The mechanical process of hearing is carried out by the ear itself, which has three sections, the outer, middle, and inner ears.
The outer ear, consisting of the lobe and ear canal, protects the more fragile parts inside.
The middle ear begins with the eardrum – sound makes this thin membrane vibrate. The vibration is transferred via three small bones to the inner ear.
The inner ear has a tube called the cochlea, which is wound tightly like a snail shell. From here the neurological process begins – the vibration is turned into electrical impulses and sent to various parts of the brain for processing.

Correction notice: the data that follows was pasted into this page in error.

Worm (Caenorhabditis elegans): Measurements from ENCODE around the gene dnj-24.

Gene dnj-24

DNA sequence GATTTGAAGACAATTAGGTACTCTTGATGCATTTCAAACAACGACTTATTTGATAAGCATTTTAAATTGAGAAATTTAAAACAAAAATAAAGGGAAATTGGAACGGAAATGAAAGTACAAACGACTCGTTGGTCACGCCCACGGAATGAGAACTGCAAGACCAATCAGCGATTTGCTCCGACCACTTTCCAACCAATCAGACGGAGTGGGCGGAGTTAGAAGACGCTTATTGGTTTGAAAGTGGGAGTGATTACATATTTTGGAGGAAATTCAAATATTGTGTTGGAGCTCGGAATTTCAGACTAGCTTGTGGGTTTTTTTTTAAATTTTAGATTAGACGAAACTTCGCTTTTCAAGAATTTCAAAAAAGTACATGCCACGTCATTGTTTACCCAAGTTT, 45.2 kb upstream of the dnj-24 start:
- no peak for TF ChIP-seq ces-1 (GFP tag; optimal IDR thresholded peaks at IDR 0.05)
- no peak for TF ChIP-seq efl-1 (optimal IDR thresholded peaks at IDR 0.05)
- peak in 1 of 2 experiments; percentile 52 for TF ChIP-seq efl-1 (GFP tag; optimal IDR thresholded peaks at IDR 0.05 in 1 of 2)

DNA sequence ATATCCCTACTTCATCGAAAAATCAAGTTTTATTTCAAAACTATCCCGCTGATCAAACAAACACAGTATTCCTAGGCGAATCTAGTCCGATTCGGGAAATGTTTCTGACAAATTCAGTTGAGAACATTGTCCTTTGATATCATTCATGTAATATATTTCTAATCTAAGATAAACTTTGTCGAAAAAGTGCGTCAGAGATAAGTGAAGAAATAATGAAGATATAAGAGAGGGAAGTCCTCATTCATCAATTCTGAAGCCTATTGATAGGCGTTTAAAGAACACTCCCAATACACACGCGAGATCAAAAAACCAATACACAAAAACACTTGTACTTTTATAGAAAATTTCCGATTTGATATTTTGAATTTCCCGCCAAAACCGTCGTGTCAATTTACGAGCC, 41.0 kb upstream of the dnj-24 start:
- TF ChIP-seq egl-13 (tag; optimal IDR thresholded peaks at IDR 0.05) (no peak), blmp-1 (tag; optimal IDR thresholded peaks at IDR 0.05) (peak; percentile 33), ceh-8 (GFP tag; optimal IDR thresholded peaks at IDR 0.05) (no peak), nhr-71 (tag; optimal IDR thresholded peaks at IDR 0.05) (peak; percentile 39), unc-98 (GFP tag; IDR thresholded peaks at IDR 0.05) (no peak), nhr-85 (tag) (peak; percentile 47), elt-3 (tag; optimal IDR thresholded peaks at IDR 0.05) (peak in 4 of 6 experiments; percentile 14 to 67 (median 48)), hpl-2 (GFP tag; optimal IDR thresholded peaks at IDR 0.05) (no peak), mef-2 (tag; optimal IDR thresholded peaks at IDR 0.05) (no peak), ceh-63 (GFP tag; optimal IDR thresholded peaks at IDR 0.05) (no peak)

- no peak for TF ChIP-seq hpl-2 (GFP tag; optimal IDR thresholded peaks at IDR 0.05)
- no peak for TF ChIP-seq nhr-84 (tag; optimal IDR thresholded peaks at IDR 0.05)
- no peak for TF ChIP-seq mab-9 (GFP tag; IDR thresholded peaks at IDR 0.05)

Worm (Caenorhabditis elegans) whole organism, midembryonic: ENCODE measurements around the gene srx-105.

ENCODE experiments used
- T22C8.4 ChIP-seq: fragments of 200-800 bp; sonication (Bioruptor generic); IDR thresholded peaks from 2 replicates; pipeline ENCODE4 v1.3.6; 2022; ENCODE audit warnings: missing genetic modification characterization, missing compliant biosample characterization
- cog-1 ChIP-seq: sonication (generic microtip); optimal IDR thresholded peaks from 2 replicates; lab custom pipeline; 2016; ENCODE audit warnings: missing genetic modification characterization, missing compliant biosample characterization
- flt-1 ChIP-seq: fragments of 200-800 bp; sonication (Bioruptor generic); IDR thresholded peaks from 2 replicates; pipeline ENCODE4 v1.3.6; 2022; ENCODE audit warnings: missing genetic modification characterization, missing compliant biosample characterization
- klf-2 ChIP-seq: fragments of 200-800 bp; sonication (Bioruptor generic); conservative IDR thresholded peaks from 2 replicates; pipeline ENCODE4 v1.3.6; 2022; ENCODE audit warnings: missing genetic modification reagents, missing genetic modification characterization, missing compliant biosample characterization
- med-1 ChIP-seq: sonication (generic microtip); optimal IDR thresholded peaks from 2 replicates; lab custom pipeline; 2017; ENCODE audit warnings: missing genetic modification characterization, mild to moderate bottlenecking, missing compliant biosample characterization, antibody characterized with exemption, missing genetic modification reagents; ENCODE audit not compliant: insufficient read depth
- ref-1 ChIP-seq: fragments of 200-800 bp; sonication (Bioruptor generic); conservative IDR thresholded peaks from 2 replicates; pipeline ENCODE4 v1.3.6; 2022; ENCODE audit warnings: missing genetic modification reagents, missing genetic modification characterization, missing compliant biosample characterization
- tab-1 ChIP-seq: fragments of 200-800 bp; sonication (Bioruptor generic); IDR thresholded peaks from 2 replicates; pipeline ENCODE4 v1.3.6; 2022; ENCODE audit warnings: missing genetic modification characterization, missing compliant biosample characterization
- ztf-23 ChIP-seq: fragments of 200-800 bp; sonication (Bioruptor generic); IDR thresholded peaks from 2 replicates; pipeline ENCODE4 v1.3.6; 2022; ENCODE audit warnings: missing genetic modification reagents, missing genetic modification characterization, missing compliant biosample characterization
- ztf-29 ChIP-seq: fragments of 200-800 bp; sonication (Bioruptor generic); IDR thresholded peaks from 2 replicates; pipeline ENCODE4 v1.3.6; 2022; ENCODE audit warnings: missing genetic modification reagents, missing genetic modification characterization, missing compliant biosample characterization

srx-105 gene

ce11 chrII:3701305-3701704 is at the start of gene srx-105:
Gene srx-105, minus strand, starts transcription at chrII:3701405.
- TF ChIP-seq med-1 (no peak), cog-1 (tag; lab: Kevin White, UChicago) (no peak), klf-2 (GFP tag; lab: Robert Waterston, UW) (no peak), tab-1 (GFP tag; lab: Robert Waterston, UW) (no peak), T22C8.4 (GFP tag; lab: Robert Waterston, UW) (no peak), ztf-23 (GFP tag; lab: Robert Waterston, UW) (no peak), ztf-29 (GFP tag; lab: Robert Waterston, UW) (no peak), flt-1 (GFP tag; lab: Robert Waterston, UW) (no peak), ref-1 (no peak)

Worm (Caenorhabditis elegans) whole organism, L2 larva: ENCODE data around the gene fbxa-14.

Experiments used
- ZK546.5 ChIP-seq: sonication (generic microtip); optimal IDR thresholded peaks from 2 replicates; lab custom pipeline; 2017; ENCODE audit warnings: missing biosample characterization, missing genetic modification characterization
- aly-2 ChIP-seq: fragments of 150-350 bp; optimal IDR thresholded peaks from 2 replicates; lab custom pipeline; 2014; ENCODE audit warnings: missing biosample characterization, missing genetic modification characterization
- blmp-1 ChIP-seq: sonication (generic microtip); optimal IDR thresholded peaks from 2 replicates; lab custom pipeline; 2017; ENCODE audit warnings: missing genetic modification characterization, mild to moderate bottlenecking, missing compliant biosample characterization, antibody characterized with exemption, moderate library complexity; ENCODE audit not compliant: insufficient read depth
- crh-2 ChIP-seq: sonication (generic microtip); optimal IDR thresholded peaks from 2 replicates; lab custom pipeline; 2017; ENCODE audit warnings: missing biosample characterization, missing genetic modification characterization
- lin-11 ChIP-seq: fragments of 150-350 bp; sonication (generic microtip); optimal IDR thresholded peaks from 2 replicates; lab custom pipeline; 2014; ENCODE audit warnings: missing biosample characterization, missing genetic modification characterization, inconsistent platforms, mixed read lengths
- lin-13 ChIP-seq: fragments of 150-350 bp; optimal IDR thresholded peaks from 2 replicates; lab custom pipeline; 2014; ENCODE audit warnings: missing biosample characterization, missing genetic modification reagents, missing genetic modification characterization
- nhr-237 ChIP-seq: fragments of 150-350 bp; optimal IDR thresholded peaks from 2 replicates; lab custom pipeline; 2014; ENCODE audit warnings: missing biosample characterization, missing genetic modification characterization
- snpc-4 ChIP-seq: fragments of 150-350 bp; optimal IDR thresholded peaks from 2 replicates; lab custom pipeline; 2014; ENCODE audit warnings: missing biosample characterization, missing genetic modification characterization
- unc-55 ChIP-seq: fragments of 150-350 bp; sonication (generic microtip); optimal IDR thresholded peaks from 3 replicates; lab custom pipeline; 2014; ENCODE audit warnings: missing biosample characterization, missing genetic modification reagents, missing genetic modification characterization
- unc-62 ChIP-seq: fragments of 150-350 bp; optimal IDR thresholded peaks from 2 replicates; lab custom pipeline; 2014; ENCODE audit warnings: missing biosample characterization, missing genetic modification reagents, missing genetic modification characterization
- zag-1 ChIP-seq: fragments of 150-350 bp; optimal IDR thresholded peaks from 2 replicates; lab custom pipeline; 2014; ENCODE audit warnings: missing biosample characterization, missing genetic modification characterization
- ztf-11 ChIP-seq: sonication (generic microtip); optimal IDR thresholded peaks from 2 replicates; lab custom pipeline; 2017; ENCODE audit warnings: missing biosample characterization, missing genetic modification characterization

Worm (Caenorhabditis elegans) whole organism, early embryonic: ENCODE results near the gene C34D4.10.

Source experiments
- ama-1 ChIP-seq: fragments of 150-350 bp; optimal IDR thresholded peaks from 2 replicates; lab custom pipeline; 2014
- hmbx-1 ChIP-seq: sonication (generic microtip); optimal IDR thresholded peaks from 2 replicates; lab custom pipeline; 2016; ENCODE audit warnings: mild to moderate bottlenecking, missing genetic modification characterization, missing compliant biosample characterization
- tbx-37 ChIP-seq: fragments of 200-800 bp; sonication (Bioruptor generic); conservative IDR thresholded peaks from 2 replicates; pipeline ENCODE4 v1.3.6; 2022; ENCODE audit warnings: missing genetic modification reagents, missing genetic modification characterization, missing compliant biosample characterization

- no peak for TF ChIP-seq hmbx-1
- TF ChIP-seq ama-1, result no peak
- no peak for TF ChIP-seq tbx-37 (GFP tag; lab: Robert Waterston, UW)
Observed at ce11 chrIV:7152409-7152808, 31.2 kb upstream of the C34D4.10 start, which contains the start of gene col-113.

The trauma involved in a traumatic brain injury (TBI) most commonly affects the mechanical process. An eardrum may rupture, any of the small bones could break or there could be bleeding or bruising of the middle ear.
Sometimes damage to the parietal or temporal lobes can disrupt the neurological process. Thankfully, many hearing difficulties are not permanent and can be reduced or eliminated with treatment.